So, we've been talking about coming up with good story ideas and I have a few things to add to the discussion. First and foremost, I'd like to say that my kids provide me with an endless supply of things to write about, both as a magazine journalist and a fiction writer. As a mother of three, I have a rich fantasy life about live-in help, luxurious vacations, and spa-days. If I ever find the time to pen another novel, it might have all of those elements in it because it's clear I won't be experiencing them in my real life. (sigh)
The idea for my first novel, Substitute Me, did actually come from my own trauma surrounding the search for the perfect nanny. I never found one, but the protagonist in the book does and drama ensues. These days, given the fact that my life seems to be on a permanent replay of work, feed the baby, laundry, grade papers, repeat, I'm not feeling another domestic drama. But that's okay.
When I'm not on duty as a human cow, I teach journalism to college students. This semester I'm teaching a class called Ripped from the Headlines: Using Journalism's Tools to Write Fiction. One of the main things I'm teaching my students to do, is scour the news media to find great story ideas. Because we all know that truth really is stranger than fiction. For example, my students just handed in an assignment where they had to research a recent story they discovered in the news that they thought would translate well into fiction. I received a slew of great stories -- from a female PhD candidate in chemical engineering who moonlights as a dominatrix, to a man who was rescued from a deadly shark attack by a group of friendly dolphins. Besides the fact that I felt like I must be living under a rock for not knowing about some of the more outrageous stories, I felt completely smart for creating this class.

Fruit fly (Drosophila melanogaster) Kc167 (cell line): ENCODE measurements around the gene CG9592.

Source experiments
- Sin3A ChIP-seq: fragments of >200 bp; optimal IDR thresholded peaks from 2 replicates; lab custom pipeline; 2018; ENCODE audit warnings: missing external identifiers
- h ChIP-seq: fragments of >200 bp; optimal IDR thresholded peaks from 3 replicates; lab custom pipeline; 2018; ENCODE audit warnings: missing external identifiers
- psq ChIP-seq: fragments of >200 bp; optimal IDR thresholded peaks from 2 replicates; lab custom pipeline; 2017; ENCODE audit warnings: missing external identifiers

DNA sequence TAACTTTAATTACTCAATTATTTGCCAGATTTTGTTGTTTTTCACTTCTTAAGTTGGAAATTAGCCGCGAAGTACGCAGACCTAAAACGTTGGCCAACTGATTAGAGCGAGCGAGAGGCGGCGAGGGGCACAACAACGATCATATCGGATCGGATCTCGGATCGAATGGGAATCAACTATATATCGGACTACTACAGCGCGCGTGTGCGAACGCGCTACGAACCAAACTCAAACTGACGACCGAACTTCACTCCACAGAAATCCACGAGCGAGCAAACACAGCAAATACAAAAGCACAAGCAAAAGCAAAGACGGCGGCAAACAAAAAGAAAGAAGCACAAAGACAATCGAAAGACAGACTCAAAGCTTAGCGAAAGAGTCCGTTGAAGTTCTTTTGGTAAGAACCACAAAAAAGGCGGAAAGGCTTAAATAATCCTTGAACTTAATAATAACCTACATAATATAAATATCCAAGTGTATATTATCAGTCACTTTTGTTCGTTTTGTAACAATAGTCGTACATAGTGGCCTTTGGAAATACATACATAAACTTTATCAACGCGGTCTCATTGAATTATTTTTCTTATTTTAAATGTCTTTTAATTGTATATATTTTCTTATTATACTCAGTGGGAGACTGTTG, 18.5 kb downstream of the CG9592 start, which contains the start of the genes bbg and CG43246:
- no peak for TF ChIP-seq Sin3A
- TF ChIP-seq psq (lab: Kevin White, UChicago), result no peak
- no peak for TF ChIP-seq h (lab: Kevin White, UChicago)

A person doesn't have to go any further than their local paper to come up with clever, intriguing, unbelievable story ideas that they can spin into an amazing work of fiction. From natural disasters like the horrific earthquake and tsunami in Japan, to the recent lottery winner who is 85 years old, dramatic stories happen every day. This is not to make light of or profit from other people's misery. On the contrary, sometimes by unraveling the truth in fiction, we can give tragedy a happier ending, or at least sort out some of the complicated feelings involved. I just read such a book, the bittersweet Running the Rift by Naomi Benaron, which revisits the 1994 genocide in Rwanda.
So, rather than 'writing what you know' or wracking your brain for creative ideas that may or may not be in there, open a People magazine and get inspired.
Lori L. Tharps is a magazine writer, college professor and mom. She blogs at MyAmericanMeltingpot.com.